AirCare Pollution App Now Available
Serbia holds an average air pollution index of 58.86 and the southern town of Nis is the country’s most polluted city.
Public health institutions in Serbia have issued warnings and a conservative estimate suggests, that because of air pollution, more than 1,000 Serbians suffer from chronic bronchitis, 600 are hospitalised due to respiratory or cardiovascular problems, and more than 5,000 die yearly.
In 2014 in neighbouring North Macedonia, Gorjan Jovanovski – a software engineer, created an air monitoring app in 2014 called MojVozduh (MyAir), which draws directly from public data around Macedonia- and he has now created one for Serbia called AirCare.
Jovanovski’s first app MojVozduh saw major success. As well as users accessing the webpage, MojVozduh has been downloaded on Android and iOS by near 100,000 users – an astonishing feat for Macedonia a country of 2 million. As a result, there has been an increase in the accessibility of information for Macedonians and many demonstrations have taken place in the last few years as discontent with the air pollution problem grows. He is optimistic to recreate that success in Serbia.
“I have been thinking of expanding AirCare around the Balkans for a while now. I chose Serbia as a starting point because of it’s closeness to Macedonia,” says Gorjan.
“They are both culturally and linguistically similar – and also share a similar air pollution problem, which made it a prime market to expand to…(Serbia was without) a local and localized application, citizens were using English apps to track the pollution,” says Jovanovski.
“With AirCare, now they have an app in Serbian, which helps spread the reach of this information further than before. We also plan on integrating volunteer sensors like we do in Macedonia, which will make it the first app in Serbia to aggregate data from multiple networks.”
“There are issues with air pollution in multiple cities around Serbia, and activists are already starting to take action,” he adds.
Indeed, the strength of feeling regarding air pollution is growing in its intensity. Dr Zoran Radojičić, the mayor of Belgrade, was recently sent a gas mask and letter of protest
But as with Eastern European economies industrial output, mining, and construction are hugely important industries in Serbia. Its leading exports: automobiles, insulated wire, tires, and electric motors all require substantial electricity. To cater to these needs, Serbia turns to lignite, or ‘brown coal’, which is highly pollutive, but found in abundance in Serbia in mines at Kolubara and Kostolac.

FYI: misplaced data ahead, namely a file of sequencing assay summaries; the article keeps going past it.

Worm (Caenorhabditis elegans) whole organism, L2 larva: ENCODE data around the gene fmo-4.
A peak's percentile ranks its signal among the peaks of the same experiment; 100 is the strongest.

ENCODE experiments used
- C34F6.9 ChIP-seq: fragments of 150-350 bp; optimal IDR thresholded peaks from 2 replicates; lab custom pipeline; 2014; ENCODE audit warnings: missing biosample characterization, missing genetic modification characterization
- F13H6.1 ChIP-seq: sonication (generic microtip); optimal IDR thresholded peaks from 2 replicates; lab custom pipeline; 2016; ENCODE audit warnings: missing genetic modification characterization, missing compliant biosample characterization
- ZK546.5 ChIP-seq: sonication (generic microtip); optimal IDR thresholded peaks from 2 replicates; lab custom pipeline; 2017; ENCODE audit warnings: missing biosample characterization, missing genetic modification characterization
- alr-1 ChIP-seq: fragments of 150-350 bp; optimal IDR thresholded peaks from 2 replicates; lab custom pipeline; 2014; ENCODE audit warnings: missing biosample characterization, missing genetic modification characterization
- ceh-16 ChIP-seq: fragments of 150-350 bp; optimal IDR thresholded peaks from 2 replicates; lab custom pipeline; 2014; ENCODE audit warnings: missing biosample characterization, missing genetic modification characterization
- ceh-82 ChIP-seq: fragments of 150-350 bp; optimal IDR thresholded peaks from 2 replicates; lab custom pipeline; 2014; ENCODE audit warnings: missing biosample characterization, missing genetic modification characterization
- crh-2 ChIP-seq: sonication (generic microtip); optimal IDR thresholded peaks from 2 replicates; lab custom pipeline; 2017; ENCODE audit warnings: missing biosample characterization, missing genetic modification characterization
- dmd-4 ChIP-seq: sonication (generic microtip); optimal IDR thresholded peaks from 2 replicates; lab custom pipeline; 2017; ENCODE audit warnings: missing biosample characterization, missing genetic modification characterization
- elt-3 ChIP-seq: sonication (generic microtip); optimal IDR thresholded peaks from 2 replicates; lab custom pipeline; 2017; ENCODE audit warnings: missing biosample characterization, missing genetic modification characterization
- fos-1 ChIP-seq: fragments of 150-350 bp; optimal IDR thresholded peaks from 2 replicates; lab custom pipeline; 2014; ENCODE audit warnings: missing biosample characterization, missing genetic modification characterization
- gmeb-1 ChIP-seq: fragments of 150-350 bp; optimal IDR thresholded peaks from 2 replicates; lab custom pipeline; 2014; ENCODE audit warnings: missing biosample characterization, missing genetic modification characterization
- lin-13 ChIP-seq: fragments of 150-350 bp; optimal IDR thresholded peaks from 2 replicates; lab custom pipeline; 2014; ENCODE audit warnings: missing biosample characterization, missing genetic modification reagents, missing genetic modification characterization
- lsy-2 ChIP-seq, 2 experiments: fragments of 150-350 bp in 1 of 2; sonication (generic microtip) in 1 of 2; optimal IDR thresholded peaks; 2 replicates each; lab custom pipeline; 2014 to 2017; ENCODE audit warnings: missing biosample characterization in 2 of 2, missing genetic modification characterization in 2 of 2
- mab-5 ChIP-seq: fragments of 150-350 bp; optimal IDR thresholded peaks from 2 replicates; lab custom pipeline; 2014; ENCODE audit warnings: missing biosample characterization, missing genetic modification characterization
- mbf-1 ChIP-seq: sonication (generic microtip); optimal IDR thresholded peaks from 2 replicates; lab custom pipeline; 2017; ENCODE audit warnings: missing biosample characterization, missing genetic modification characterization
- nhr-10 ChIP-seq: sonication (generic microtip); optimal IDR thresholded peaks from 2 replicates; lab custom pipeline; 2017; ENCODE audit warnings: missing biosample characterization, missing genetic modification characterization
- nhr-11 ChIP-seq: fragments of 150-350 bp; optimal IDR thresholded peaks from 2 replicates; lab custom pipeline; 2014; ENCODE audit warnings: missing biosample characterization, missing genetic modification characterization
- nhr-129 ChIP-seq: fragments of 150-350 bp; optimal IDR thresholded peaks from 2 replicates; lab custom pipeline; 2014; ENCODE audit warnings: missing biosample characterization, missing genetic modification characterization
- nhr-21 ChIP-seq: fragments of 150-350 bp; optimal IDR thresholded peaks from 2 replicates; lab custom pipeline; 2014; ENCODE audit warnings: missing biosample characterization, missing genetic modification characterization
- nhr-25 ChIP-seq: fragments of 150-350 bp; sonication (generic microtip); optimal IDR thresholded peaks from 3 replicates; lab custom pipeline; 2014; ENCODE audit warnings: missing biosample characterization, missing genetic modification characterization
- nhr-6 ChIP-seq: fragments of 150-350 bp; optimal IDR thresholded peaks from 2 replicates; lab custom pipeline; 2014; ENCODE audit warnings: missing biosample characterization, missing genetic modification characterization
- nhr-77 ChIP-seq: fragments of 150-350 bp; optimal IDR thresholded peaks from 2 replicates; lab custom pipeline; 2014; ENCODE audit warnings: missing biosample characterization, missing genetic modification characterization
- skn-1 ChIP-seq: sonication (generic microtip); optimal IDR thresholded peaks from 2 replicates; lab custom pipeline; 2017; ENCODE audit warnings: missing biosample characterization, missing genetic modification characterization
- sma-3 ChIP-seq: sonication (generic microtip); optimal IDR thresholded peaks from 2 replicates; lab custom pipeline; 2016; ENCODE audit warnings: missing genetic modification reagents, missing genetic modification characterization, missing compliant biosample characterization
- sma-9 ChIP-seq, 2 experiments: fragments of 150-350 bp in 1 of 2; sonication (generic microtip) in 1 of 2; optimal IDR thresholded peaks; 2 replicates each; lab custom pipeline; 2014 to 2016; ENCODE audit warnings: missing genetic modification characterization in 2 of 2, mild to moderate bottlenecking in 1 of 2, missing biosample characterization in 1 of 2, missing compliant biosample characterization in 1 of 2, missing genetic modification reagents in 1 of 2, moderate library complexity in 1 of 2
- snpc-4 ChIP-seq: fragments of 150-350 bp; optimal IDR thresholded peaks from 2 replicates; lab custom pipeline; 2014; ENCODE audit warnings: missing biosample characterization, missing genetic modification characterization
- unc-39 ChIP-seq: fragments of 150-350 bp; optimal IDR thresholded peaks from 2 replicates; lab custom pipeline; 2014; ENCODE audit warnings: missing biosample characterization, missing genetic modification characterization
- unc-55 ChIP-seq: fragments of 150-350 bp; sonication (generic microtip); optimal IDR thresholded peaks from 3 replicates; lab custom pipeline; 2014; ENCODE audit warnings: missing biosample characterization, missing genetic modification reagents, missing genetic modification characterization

Coal power plants release substantial amounts of particulate matter, sulphur dioxide, and nitrogen –oxides, with the latter contributing indirectly to the formation of ozone. Of these, the most worrying for health are fine particulate matter (PM2.5) and ozone. Concentrations of PM2.5 particles cause hazy air and contribute to respiratory illnesses, heart disease, stroke and cancer. Other hazardous substances emitted from the smokestacks of coal power plants are heavy metals, such as mercury, and persistent organic pollutants (POPs), such as dioxins and polycyclic aromatic chemicals (PAHs).
But though the economic and human costs of pollution in Serbia are high and public pressure considerable, there have been few major efforts by the government to tackle pollution. Brown coal has an understandable appeal for energy in Serbia: it is abundant, cheap, there’s a large workforce that knows how to use it, and it makes the user largely energy independent from either their immediate neighbours, or from far-flung gas producers.
On renewables and clean energy, there have been some dips into the market but little planned effort to establish renewable energy as a serious part of the country’s energy sector. Despite the fact that European investors have shown interest by helping to build wind farms in Serbia, most government interest has so far been directed at: more coal. With plans across the country for new coal fired stations – these would be at least moderately more efficient than their predecessors, but with brown coal it can only be so efficient. With a life span of 40-50 years, it could lock the region into another half century of brown coal use. Building new coal power plants would mean that hazardous emissions and their effects on health would continue for many years.
Serbia has hopes of joining the EU and some progress is anticipated, with pressure, to come close to expected European standards. The cost of emission is expected to rise as the EU tightens its emissions-trading scheme, thus making the continued use of high emitting power sources uneconomical.
Gorjan is optimistic that is app will help by providing materials to Serbia’s citizens, and provide more political pressure than could ever be reasonably exercised by its EU neighbours.
“AirCare’s objective in Serbia is to serve as a tool for citizens and activists alike, to inform, educate and empower them to take action for a greener and cleaner future,”.
Reference : Forbes.com